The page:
The tone of this poem, which describes a train, is reflective and meditative. This is shown through the perspective that the speaker introduces as she contemplates the figure of the train and describes how impressive it is. What is interesting about this poem is the way in which, through an extended metaphor, the train is described as some sort of mighty, powerful beast:
I like to see it lap the miles,
And lick the valleys up,
And stop to feed itself at tanks...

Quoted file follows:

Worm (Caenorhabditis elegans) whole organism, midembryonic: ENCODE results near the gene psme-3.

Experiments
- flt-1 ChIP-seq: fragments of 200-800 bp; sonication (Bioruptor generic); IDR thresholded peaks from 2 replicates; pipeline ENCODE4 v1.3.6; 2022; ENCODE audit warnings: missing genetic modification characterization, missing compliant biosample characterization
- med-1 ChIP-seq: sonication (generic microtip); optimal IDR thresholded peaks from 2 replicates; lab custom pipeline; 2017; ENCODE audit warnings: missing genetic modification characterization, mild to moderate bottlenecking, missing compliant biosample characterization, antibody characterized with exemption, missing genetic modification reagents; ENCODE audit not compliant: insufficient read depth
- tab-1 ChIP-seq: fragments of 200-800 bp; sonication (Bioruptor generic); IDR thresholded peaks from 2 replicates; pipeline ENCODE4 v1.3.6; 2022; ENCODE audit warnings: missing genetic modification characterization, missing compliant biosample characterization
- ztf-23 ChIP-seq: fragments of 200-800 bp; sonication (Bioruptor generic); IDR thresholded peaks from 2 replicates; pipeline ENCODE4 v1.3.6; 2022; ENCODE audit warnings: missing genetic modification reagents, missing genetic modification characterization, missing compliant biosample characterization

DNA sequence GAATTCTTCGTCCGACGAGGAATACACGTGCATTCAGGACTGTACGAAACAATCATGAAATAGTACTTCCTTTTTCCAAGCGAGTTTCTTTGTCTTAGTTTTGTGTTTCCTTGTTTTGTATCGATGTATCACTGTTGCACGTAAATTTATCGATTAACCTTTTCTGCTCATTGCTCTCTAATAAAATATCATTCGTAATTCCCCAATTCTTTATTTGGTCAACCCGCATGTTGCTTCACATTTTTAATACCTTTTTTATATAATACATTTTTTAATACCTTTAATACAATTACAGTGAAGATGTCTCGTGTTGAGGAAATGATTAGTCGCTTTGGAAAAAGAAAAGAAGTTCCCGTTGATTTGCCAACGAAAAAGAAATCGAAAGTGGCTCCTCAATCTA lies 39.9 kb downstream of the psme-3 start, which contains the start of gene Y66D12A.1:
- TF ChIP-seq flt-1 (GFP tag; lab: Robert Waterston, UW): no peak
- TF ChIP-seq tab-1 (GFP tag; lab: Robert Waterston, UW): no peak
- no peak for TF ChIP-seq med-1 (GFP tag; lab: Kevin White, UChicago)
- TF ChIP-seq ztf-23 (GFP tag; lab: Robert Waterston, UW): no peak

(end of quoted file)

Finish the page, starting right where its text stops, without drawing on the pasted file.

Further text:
Such actions as "licking" the valleys up and the ability to feed itself at tanks suggests very strongly that the speaker views the train as an incredible beast that is able to travel vast distances with ease. It is, according to the speaker, both "prodigious" and "supercilious," and these strong adjectives suggest the power and the might of the train. Such a presentation of the train obliquely questions the relationship between man and machine. The train was invented by man to serve man, and yet the way in which it is described in this poem, as some kind of mighty animal, strongly hints that the train has more power than its creators, and thus it challenges the relationship between man and machine and asks profound questions the relationship that we have with the things that we invent for our own purposes.